I don’t think I’m the bearer of bad news when I tell you that most of the money Congress set aside for small business in the wake of the stimulus package was, up until late Wednesday, exhausted.
It’s not that it’s not bad, it’s just that it’s not news. Even the most desultory of politics-watchers is aware of the fact that the program ran out of cash and needed more money.
Republicans were trying to get things done for a while.
Democrats, however, wanted their legislative priorities addressed along with the new round of stimulus, including money for state and local governments. No money for that, no bill.
There’s some irony to this, considering that the Democrats walked away from the table if they didn’t get their way, which indicates this couldn’t necessarily be dealt with on a bipartisan basis. If it were so urgent, too, it wouldn’t need to be dealt with as an add-on to another bill.
“Let’s get it done and let’s get it done right,” Van Hollen said, apparently unaware that this could be done right without it being added onto a small business recovery bill.
This also seemed to be entirely foreign to Symone D. Sanders. a key adviser to presumptive Democratic Party presidential nominee Joe Biden.
In fact, she didn’t even acknowledge it was the Democrats who played any role in the shutdown at all.
“Let’s talk about how unacceptable it is that this administration has run out of money for small business loans,” she tweeted Sunday.
“It is the president and his administration’s job to make sure all Americans are taken care of during this time. Leadership starts at the TOP.”
Let’s talk about how unacceptable it is that this administration has run out of money for small business loans.
It is the president and his administration’s job to make sure all Americans are taken care of during this time. Leadership starts at the TOP.
— Symone D. Sanders (@SymoneDSanders) April 19, 2020
If Symone is so concerned about leadership, you know, her boss is able to provide it as easily as the president is.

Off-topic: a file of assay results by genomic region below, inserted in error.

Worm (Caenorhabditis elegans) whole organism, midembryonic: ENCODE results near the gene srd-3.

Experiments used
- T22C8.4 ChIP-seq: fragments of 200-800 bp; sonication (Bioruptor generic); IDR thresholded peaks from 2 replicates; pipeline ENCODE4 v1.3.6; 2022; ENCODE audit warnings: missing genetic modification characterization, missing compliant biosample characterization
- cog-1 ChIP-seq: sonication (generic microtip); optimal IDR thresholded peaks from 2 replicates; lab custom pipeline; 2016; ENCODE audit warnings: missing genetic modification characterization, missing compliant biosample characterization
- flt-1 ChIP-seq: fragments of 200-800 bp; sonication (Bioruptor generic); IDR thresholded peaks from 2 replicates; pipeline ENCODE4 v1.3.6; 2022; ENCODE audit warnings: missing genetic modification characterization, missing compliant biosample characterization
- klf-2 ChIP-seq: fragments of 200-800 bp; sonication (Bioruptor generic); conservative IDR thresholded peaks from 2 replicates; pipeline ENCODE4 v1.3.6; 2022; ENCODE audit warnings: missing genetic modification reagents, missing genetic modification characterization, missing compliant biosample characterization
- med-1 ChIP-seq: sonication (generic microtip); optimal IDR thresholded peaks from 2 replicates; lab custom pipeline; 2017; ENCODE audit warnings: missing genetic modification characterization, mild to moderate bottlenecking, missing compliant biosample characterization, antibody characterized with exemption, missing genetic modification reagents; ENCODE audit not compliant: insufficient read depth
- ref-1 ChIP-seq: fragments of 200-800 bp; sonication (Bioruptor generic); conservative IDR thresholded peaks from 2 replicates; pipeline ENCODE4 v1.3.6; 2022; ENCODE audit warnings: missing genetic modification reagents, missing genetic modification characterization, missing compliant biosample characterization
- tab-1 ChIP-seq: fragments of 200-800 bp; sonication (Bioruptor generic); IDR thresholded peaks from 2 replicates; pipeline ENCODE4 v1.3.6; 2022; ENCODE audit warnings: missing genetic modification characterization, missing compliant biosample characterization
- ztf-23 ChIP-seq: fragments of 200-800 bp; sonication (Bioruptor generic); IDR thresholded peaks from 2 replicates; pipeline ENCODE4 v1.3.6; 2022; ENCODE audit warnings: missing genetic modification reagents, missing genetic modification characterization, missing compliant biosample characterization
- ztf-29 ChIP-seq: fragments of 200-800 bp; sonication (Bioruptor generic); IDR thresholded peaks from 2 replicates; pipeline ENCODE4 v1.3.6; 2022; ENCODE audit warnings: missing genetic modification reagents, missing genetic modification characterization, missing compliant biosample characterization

Now, granted, her boss isn’t an elected official who can get bills started. Then again, when it comes to spending legislation, the same technically applies to President Donald Trump.
Yes, as difficult as it may be to imagine, the president doesn’t actually have the ability to start legislation in the lower house of Congress (or upper house, for that matter). And even if he did, that wasn’t the problem. The problem was that the Democrats refused to pass a clean bill.
What, then, are we supposed to say? The idea is that conservatives were supposed to just roll over and play as if we were in the wrong all along.
Yes, Symone, yes, Joe, we’re supposed to say. We were wrong all along. How can we ever make this up to the liberals? How can we genuflect before you?
No. That’s not how this works. What America needed was a clean bill to pass in order to help our small businesses stay afloat and get back to work. Anything else and we know who to blame.
In the end, there wasn’t a clean bill. The total cost of this ended up being $480 billion, according to CNN. There was money for hospitals and for local governments dealing with COVID-19 testing. Whether this was the right decision will be a matter adjudged by history.
I am encouraged that Democrats have finally agreed to reopen the Paycheck Protection Program and abandon a number of their unrelated demands. My full statement on Congress’s new bipartisan agreement to provide additional small-business support, more funding for testing, and more: pic.twitter.com/nDnhxbs9KB
— Leader McConnell (@senatemajldr) April 21, 2020
“The virus bailouts have already cost over $2 trillion,” Sen. Rand Paul of Kentucky said on the final bill.
“We can’t continue on this course. No amount of bailout dollars will stimulate an economy that is being strangled by quarantine. It is not a lack of money that plagues us, but a lack of commerce. This economic calamity only resolves when we begin to reopen the economy.”
That isn’t the point, however. The point is that a clean bill would have gotten small businesses this money in an expedient manner that would have ensured the money would have reached small businesses — currently at the point of collapse.
The Democrats have been slow at getting us back to work. They’ve demanded that we fulfill a laundry list of liberal demands before we do under the false pretense that it’s necessary for America.
That’s not what we need. We need relief and we need it now. Anything less and what we are getting is pork — period.
Maybe, then, that’s what the Democrats wanted. And perhaps they got it — at the expense of America’s small business owners.
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